And does anybody ever remember constantly pulling a handbrake turn and racing off in the opposite direction to evade the cops? Yeah, so does everybody else. So more often than not you will be slamming on, turning, firing an EMP and flooring it. Or trying to predict when a Racer is going to do that and hopefully not get caught out. Not easy at high speed. Sometimes it’s not so bad and at other times it’s all you’ll be doing, again largely dependant on other players.

Chases with the AI are often less tedious at the expense of less potential excitement. Which only further emphasises the single player experience over the online. The AI is surprisingly capable and can create some great moments so playing against it isn’t necessarily second place. It can be irritating when the Cop AI seems to stop you more often than the Racers but hey, we can’t have perfection now can we?

The handling is very chunky and there is a definite weight to the cars. Flashy driving and wheel spins are perhaps prioritized slightly too much and standing starts can become a little tedious but other than that the car’s are good fun to drive. Despite the fact there’s a noticeable difference between the feel of the vehicles a new car is always better than an older one. So regardless of the amount of cars available you only ever get to have a good go in half of them and as a Cop there are some you will probably never drive. Or if you do it will be just to try it. It’s alright having loads of cars to choose from but if there aren’t any actual decisions to make a lot of them are a bit pointless.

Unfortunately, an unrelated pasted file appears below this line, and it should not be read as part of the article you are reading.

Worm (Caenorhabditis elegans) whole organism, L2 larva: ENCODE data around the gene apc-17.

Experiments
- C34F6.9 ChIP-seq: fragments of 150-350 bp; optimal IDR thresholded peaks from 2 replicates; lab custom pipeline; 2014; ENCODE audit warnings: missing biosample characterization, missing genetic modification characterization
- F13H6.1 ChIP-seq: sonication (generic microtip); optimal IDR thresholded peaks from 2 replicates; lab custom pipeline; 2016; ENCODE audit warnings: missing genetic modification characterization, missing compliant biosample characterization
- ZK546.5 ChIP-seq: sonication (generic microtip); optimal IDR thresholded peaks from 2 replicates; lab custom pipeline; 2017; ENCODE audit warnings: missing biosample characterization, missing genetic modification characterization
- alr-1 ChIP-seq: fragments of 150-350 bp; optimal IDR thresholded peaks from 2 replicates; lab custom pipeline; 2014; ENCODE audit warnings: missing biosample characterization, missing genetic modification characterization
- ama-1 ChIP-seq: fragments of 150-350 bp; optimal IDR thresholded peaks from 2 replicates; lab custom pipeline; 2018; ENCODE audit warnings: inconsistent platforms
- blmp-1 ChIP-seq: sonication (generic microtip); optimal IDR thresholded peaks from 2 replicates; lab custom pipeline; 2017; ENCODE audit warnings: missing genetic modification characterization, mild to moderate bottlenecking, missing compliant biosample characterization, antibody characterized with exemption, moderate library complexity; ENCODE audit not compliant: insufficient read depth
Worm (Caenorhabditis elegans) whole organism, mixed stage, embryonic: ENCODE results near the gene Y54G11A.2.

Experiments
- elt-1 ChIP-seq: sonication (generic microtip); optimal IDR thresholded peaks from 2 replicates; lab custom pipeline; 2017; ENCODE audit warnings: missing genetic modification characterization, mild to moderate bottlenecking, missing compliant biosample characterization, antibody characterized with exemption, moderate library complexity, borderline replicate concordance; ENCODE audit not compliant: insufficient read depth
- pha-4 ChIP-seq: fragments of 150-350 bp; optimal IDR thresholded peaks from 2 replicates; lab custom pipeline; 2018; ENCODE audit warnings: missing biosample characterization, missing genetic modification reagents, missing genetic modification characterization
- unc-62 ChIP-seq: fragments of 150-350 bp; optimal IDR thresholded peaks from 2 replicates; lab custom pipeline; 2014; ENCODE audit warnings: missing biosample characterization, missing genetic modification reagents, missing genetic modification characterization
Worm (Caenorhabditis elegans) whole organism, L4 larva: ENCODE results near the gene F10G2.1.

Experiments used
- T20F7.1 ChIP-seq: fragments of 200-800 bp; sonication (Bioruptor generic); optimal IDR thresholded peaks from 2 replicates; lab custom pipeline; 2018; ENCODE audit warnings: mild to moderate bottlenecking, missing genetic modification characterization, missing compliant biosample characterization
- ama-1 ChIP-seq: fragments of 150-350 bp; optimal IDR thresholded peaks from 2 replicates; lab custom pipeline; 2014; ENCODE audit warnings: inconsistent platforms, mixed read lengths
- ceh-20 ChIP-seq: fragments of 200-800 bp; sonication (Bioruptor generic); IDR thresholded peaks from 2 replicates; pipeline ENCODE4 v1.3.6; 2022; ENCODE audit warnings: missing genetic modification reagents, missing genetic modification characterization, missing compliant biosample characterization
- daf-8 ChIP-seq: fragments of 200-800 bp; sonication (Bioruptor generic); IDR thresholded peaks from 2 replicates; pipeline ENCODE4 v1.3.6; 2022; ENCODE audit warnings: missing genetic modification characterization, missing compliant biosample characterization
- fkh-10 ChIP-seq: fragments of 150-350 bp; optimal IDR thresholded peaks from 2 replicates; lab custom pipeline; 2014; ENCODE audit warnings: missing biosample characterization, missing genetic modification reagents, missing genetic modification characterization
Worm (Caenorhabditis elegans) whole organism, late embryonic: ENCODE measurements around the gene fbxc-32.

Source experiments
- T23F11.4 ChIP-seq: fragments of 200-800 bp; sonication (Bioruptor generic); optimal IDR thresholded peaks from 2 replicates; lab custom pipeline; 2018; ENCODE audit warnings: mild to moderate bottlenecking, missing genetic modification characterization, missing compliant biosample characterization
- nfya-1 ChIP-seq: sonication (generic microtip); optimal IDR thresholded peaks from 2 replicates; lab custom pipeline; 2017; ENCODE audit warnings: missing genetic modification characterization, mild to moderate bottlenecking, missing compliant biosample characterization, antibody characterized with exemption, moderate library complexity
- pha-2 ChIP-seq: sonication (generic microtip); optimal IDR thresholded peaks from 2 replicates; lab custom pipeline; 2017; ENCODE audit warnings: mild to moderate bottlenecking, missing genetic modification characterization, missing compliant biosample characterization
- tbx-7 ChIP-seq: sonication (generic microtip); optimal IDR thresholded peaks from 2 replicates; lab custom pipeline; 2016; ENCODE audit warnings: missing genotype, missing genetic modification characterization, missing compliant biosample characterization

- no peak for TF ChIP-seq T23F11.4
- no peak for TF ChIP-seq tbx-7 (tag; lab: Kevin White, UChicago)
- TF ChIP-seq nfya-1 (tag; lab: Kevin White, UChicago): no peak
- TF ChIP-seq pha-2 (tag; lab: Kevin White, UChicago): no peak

Luckily then, levelling up and acquiring new stuff is a simple case of completing a set of objective and returning to either a Safehouse or Command Centre depending on which side of the law you’re on. The objectives usually don’t take long and you can unlock loads of stuff in a reasonable session. There’s a great sense of progression that keeps you coming back for ‘just one more’.

As one of, what became, few launch titles for the PS4 Rivals is certainly good looking. Small things like leaves sweeping across the road add a lot to the overall visuals. Car models and road surfaces are well detailed. Sunsets and weather effects are gorgeous even if they are only fleeting as you speed through Redview.


Rivals is addictive and fun enough to keep you coming back for more long into the game. The AI can be annoying when it gets in your way but for the most part it’s impressively clever and enjoyable to play against. Levelling up and choosing a side is nice and it’s always good to have the ‘Cops and Robbers’ style back to Need For Speed. Being constantly online and driving around with other people to ignore or play with at will is great although Redview really needs more players in a lobby to work at its full potential. There just aren’t enough people to ensure you get into action with real people. With larger lobbies Rivals really would have been so much better but it’s a step in the right direction and one I hope continues with future Need For Speed Titles.


Reviewed on PS4.

Phill has been the director of a small IT repair business since 2011 which he runs alongside studying for his degree in Information and Communication Technologies at the Open University. Video games are his real passion and they take up more of his time than he'd like to admit.